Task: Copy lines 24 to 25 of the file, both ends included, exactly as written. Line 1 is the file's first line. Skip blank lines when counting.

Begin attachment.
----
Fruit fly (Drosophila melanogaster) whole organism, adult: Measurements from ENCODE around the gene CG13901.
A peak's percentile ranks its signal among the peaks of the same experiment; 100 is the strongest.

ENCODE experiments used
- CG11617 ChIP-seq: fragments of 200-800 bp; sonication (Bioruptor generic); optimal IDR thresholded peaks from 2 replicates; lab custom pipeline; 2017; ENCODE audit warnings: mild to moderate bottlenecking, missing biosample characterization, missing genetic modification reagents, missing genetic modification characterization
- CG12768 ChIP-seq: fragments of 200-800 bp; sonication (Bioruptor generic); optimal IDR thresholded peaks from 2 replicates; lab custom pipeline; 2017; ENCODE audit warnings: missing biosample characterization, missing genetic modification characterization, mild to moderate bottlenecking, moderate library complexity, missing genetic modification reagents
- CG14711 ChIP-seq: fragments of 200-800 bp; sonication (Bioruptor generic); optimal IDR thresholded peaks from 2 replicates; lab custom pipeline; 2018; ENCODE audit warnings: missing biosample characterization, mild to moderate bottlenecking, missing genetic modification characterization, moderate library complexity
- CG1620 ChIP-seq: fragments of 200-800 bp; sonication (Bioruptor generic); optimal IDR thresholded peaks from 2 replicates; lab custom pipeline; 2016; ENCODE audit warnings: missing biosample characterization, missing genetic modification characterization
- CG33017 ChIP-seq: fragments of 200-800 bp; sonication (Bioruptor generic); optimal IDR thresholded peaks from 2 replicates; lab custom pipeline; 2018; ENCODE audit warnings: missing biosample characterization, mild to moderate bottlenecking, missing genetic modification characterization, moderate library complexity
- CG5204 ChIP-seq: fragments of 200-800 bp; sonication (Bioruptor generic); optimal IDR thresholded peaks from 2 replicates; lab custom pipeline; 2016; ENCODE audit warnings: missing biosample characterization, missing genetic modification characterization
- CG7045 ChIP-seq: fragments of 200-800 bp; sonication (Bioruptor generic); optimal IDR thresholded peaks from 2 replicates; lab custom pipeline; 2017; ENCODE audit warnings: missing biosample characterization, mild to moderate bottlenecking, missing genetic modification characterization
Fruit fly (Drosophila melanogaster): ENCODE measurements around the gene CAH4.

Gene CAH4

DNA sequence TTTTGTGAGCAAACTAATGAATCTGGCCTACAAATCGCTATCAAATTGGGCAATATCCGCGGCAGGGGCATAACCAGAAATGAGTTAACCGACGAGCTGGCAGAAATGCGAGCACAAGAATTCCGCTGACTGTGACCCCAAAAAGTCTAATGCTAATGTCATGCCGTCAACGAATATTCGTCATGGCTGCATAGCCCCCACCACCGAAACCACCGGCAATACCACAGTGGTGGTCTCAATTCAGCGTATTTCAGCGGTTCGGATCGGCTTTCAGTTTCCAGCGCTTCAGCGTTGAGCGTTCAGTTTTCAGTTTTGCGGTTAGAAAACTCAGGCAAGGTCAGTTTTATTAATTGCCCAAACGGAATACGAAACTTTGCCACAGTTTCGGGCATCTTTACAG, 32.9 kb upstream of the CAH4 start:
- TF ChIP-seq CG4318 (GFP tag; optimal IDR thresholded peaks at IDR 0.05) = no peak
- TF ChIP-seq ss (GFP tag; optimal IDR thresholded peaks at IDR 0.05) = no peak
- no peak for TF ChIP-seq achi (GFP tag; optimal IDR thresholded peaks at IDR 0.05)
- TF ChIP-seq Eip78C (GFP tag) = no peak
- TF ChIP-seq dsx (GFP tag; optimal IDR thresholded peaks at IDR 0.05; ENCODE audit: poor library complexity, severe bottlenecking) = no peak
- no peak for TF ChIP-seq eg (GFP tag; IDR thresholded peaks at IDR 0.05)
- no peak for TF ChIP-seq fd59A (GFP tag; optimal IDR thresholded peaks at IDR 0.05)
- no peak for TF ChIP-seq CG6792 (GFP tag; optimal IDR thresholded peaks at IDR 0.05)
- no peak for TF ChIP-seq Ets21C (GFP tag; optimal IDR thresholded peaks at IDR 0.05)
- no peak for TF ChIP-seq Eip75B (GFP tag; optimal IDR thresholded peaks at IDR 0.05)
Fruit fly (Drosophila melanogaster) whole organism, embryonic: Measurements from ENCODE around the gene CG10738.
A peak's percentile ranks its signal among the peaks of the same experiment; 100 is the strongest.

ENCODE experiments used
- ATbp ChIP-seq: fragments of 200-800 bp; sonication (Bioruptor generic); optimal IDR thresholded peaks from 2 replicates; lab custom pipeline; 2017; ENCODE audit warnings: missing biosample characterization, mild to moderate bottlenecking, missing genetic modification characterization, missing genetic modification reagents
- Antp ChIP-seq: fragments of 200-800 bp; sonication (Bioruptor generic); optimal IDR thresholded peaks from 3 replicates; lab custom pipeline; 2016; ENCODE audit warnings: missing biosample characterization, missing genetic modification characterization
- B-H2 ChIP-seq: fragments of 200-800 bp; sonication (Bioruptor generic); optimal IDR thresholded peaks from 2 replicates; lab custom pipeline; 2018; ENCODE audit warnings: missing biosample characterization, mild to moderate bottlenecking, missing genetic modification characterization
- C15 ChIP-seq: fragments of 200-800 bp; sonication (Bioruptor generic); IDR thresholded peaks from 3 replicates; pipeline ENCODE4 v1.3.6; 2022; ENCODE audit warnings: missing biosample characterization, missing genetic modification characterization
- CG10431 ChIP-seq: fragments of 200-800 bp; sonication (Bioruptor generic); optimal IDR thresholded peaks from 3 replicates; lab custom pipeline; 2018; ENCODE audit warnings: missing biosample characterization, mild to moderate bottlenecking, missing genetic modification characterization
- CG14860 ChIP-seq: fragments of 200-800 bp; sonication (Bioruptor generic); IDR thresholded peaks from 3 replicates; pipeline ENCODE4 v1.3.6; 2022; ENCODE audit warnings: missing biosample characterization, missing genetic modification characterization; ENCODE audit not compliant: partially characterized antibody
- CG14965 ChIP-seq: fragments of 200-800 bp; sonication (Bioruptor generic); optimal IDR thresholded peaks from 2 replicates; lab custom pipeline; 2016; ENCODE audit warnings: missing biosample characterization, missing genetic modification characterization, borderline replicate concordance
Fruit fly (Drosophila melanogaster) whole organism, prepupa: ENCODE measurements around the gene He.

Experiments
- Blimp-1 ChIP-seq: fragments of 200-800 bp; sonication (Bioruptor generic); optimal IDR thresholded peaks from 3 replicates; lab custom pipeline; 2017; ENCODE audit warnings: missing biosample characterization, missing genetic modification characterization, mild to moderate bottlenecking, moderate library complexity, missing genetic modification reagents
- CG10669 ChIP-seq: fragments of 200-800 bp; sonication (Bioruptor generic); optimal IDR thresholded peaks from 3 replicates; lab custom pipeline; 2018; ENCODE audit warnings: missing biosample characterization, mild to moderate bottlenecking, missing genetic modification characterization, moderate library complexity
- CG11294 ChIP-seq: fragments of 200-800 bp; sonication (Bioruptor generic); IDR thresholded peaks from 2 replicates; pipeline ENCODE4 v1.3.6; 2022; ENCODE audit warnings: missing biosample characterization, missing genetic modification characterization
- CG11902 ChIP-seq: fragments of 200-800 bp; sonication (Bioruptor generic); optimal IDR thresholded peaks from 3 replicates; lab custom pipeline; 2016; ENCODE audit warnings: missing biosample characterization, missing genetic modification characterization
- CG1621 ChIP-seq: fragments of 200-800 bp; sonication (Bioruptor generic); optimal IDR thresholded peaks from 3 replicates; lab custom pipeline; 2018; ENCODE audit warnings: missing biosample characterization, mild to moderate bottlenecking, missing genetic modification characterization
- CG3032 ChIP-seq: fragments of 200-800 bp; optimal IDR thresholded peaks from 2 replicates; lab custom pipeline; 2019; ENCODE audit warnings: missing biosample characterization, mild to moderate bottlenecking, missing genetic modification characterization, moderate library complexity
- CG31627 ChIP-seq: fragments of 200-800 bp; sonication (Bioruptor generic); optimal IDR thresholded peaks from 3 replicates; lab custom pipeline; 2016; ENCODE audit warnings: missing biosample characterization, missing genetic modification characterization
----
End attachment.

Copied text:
Fruit fly (Drosophila melanogaster) whole organism, embryonic: Measurements from ENCODE around the gene CG10738.
A peak's percentile ranks its signal among the peaks of the same experiment; 100 is the strongest.